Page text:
Someplace in the kernel, the file handle returned to a userspace application is related to the file structure that is kept in the kernel. This relationship might include the PID of the userspace process; I don't know, but I could deal with that.

Does anyone here know where that information is kept?
 
Old 05-12-2008, 03:25 PM   #2
shishir
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I think kernel is not the place where you will find the user FILE struct that you might be looking for, glibc is the place, as the struct FILE that is is typedef'd to _IO_FILE contains the file descriptor, _fileno as a member, that gets returned when fopen calls open() internally.

kernel maintains struct file (lowercase), as I am sure you must have figured out, and each fd has its mapping struct file when open is used.

Last edited by shishir; 05-12-2008 at 03:30 PM.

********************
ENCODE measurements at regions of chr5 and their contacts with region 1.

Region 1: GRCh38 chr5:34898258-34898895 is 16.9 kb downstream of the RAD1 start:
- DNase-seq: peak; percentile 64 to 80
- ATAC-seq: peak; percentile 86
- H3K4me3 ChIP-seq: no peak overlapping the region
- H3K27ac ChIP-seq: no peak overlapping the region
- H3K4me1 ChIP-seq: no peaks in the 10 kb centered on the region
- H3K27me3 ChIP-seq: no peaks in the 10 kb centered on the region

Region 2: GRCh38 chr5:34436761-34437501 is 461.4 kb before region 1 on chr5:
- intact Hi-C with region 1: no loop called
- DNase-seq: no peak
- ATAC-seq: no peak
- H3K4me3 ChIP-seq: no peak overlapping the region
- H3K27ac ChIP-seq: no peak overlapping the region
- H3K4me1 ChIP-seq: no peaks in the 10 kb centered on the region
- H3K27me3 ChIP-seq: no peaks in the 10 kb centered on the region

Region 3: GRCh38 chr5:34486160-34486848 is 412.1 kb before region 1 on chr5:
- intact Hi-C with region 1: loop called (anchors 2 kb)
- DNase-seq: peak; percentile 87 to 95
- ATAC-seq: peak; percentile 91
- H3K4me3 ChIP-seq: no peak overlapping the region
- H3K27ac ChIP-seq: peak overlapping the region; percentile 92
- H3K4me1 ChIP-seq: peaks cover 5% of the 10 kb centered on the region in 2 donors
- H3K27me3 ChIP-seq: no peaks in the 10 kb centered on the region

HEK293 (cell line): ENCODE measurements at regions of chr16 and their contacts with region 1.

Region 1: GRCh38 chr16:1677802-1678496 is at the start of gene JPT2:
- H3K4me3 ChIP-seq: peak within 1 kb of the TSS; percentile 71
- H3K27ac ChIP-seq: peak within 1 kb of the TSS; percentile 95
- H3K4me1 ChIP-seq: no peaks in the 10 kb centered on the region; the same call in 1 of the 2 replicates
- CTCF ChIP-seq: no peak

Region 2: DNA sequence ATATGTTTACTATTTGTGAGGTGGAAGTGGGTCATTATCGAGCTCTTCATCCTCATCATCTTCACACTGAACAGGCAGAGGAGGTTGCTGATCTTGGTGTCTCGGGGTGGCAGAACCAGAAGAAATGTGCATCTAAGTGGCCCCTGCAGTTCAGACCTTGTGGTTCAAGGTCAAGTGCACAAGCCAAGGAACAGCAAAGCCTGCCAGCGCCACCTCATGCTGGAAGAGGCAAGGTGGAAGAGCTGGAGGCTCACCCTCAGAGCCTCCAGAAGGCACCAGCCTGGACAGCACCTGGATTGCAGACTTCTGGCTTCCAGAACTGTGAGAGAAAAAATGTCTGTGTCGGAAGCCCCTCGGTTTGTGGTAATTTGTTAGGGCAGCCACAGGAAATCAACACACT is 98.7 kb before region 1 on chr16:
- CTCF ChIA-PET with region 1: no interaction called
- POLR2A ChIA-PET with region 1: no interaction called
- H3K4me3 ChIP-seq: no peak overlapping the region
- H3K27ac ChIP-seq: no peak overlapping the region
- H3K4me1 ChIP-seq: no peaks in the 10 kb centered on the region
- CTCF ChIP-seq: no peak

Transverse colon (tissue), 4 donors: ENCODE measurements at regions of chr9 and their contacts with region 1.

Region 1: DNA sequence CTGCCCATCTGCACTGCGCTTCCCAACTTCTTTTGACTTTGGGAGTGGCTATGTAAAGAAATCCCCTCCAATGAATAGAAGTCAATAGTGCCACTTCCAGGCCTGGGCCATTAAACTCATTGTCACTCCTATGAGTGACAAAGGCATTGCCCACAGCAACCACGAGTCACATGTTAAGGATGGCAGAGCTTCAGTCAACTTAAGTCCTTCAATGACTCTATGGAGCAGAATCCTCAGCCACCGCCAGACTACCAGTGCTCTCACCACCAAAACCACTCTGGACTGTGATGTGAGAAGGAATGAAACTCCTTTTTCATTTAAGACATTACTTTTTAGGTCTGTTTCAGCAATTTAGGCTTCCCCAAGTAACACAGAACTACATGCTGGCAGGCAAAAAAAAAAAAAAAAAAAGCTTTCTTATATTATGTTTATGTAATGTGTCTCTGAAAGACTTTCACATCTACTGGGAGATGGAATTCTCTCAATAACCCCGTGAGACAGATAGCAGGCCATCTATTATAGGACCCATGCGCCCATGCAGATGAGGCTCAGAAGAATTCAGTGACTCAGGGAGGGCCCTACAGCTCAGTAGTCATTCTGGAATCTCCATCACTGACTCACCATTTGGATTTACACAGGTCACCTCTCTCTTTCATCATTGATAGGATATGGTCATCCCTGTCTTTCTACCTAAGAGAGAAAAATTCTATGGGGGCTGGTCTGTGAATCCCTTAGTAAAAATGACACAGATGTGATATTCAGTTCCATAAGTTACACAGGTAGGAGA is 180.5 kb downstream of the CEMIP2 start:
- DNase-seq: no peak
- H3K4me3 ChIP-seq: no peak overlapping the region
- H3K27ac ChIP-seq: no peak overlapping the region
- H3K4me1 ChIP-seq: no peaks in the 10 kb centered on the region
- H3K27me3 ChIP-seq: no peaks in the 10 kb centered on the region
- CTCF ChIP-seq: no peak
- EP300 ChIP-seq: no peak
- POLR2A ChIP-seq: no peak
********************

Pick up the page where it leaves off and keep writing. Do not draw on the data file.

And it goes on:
Old 05-13-2008, 05:44 AM   #3
archieval
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My assumptions to your driver is that, for every file handle, there is one corresponding device? or there is only one device, and many applications are accessing it at the same time? If it is the later case, have you consider mutual exclusions? since you said may applications can configure it at the same time? or am I just mistaken this phrase?

Quote:
from userspace application to userspace application AT THE SAME TIME
I think you can use the inode, perform an ioctl with process id as your argument (can be in a struct with other information you need)

Code:
struct pid_t {
 int num;
 /* other info */
}


in app:
pid_t pid;

pid.num  = getpid();
ioctl(fd, IOCTL_KNOW_USER, &pid);


in kernel driver:
my_fops.ioctl = my_ioctl;


my_ioctl(struct.... )
{
     ...

     case IOCTL_KNOW_USER:
          pid_t tmp;
          copy_from_user(&tmp, __user &arg, ...)
     ...
}

sorry I forgot the syntax of copy_from_user. But I hope you get my point.
 
Old 05-13-2008, 06:51 AM   #4
shishir